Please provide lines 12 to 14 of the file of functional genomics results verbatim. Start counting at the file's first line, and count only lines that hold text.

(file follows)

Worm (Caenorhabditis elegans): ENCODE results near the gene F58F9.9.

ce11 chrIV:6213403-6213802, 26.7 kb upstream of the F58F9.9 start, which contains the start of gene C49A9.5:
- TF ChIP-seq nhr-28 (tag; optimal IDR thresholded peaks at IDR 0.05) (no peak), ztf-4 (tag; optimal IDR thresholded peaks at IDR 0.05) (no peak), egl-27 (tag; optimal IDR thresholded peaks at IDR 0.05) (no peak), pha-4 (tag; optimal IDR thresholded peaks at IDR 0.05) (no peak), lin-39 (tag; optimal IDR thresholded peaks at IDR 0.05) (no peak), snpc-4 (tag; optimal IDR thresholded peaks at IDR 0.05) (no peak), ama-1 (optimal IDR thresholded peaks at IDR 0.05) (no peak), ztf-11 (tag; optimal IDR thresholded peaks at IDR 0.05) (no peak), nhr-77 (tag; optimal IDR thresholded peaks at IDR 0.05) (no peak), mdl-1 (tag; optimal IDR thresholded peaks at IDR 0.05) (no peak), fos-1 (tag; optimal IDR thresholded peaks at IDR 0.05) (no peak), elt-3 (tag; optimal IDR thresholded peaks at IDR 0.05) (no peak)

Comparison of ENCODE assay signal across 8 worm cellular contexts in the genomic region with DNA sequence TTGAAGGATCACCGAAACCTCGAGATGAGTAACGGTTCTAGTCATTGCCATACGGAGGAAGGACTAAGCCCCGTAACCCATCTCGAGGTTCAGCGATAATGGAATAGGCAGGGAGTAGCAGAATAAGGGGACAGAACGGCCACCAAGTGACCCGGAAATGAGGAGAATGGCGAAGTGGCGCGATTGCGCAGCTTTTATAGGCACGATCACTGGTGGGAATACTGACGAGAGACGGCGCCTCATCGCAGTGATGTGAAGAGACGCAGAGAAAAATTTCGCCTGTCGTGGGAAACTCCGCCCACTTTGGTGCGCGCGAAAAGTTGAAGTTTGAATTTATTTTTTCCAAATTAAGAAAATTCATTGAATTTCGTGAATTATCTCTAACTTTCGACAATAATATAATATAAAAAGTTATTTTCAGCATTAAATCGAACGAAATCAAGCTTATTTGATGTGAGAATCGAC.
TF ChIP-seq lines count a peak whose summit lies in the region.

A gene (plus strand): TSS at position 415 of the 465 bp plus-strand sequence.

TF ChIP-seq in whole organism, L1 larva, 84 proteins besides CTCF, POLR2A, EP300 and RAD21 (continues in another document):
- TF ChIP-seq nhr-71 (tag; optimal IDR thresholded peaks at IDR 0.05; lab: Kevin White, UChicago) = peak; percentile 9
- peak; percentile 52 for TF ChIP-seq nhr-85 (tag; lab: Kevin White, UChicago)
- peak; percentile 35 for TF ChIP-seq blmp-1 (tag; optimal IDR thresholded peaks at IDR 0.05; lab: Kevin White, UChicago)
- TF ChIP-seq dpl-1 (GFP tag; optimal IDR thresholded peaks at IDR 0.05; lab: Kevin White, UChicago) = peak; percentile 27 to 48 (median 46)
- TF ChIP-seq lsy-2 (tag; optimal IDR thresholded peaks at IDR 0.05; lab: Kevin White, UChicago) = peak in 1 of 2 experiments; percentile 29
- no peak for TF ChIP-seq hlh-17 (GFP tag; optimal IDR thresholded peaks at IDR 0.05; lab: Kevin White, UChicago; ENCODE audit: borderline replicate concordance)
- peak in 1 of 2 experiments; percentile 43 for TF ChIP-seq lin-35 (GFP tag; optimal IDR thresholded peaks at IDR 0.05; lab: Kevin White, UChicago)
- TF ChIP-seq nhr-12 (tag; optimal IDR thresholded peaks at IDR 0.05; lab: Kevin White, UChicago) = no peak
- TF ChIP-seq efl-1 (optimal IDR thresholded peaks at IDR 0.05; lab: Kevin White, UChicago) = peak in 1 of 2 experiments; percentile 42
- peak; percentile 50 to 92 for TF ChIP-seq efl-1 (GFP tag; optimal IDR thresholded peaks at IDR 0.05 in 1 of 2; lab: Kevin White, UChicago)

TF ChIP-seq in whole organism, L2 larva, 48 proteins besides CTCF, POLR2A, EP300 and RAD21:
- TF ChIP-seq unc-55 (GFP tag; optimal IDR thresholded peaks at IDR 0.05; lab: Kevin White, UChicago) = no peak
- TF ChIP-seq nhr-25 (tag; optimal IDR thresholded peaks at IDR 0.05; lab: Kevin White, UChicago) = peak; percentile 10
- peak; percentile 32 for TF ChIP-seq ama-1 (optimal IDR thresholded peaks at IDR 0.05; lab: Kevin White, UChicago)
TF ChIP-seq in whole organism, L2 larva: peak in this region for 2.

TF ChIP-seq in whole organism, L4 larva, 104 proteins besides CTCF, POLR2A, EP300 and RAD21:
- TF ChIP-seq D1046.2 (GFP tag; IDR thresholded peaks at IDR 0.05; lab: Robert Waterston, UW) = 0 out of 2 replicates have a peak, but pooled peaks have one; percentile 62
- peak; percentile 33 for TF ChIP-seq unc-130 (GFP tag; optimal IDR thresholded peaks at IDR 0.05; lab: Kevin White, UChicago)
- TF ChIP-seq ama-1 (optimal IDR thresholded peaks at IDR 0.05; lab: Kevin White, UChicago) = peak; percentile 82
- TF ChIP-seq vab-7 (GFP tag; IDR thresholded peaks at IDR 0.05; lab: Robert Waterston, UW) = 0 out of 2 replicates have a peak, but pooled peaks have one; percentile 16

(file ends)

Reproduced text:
- TF ChIP-seq lsy-2 (tag; optimal IDR thresholded peaks at IDR 0.05; lab: Kevin White, UChicago) = peak in 1 of 2 experiments; percentile 29
- no peak for TF ChIP-seq hlh-17 (GFP tag; optimal IDR thresholded peaks at IDR 0.05; lab: Kevin White, UChicago; ENCODE audit: borderline replicate concordance)
- peak in 1 of 2 experiments; percentile 43 for TF ChIP-seq lin-35 (GFP tag; optimal IDR thresholded peaks at IDR 0.05; lab: Kevin White, UChicago)